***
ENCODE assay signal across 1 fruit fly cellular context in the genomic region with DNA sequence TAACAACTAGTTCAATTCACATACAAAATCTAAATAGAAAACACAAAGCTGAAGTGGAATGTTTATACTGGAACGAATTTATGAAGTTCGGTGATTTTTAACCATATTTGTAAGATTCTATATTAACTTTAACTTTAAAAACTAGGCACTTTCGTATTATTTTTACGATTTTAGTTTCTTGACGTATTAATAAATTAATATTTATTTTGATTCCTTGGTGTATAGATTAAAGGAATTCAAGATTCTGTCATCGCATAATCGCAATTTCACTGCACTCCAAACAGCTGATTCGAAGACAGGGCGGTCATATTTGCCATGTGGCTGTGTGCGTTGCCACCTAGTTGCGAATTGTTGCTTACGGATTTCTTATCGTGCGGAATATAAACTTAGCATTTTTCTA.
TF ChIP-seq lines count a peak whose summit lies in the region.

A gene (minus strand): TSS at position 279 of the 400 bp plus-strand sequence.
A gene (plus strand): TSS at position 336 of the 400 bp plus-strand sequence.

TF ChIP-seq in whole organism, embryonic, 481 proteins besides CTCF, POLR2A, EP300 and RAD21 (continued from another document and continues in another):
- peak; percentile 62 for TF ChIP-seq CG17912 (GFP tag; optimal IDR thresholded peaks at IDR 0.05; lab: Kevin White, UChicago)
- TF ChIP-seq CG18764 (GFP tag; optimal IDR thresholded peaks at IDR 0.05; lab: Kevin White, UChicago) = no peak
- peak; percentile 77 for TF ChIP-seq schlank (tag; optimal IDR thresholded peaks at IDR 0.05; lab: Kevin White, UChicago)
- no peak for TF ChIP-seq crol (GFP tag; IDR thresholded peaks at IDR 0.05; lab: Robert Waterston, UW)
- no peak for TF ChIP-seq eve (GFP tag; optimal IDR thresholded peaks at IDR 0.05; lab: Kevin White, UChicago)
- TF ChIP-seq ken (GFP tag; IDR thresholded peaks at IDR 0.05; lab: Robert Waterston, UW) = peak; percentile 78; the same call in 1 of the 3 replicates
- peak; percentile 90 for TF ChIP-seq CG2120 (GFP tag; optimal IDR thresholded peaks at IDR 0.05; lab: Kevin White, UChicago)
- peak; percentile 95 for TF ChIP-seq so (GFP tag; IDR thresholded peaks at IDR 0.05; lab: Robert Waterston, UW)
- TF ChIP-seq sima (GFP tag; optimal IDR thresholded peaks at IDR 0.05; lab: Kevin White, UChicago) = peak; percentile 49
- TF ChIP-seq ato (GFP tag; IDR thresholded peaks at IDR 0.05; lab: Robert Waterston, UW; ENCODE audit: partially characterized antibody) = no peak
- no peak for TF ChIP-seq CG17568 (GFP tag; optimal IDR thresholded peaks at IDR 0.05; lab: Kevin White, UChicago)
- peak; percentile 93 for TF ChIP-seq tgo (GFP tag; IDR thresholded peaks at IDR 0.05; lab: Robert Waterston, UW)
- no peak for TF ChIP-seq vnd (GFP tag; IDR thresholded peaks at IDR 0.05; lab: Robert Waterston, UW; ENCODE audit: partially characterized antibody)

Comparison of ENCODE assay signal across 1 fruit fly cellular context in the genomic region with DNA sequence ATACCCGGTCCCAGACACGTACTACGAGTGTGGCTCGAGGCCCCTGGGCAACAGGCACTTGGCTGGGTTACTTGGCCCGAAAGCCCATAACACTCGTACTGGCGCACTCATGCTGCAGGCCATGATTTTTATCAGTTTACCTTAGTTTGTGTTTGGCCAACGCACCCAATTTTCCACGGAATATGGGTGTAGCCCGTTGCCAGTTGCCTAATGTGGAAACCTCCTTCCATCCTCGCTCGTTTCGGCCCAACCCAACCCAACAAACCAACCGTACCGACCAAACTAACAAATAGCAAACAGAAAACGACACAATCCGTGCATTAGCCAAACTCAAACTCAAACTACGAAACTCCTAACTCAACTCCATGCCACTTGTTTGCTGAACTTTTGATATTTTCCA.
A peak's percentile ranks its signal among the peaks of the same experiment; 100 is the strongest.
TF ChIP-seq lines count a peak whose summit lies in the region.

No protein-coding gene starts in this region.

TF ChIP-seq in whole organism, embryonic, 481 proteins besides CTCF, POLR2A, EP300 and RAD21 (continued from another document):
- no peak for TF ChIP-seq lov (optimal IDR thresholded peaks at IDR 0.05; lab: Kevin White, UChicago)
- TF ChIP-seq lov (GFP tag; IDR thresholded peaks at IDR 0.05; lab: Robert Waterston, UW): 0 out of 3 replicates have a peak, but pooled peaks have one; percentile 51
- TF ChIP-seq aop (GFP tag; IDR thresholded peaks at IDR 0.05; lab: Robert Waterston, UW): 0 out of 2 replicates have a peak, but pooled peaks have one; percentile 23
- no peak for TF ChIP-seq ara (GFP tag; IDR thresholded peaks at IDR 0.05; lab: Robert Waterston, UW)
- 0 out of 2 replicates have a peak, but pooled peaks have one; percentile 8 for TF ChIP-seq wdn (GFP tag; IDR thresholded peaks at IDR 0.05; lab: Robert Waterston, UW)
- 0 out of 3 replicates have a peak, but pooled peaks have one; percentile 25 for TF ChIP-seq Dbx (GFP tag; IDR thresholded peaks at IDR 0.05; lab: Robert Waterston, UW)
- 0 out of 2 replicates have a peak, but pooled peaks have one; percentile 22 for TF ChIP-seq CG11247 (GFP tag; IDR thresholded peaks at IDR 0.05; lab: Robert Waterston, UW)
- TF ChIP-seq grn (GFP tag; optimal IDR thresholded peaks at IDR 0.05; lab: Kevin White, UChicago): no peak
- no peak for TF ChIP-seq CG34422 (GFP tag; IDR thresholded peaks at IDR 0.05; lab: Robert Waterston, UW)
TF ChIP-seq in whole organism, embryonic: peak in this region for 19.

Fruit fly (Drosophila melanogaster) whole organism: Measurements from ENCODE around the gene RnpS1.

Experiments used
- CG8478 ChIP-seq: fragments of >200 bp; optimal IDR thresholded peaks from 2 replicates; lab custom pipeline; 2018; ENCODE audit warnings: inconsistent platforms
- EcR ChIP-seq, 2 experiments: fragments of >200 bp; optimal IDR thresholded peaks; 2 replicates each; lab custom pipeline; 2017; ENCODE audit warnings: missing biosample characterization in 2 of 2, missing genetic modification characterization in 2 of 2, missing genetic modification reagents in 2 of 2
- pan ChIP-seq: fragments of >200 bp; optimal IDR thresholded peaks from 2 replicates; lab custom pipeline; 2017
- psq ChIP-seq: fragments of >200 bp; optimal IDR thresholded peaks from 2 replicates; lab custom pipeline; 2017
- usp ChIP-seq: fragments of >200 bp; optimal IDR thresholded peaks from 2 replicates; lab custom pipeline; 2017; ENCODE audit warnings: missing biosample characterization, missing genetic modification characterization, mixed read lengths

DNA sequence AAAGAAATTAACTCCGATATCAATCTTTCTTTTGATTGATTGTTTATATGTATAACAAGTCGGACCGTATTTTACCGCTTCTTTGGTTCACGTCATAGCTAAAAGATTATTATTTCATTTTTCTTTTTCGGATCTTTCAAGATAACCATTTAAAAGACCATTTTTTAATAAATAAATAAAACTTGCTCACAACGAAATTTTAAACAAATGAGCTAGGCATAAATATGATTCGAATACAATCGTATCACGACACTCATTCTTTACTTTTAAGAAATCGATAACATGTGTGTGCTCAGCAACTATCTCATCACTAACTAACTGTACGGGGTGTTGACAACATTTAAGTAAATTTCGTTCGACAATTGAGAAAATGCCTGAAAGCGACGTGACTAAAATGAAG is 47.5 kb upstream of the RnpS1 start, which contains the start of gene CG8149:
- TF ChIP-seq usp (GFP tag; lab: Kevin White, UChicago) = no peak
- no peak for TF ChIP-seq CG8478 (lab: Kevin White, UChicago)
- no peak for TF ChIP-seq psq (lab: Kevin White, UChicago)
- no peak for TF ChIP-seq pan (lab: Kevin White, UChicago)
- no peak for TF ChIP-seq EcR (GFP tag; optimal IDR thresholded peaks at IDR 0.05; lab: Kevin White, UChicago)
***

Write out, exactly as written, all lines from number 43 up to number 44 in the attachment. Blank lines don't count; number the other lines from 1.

- no peak for TF ChIP-seq CG8478 (lab: Kevin White, UChicago)
- no peak for TF ChIP-seq psq (lab: Kevin White, UChicago)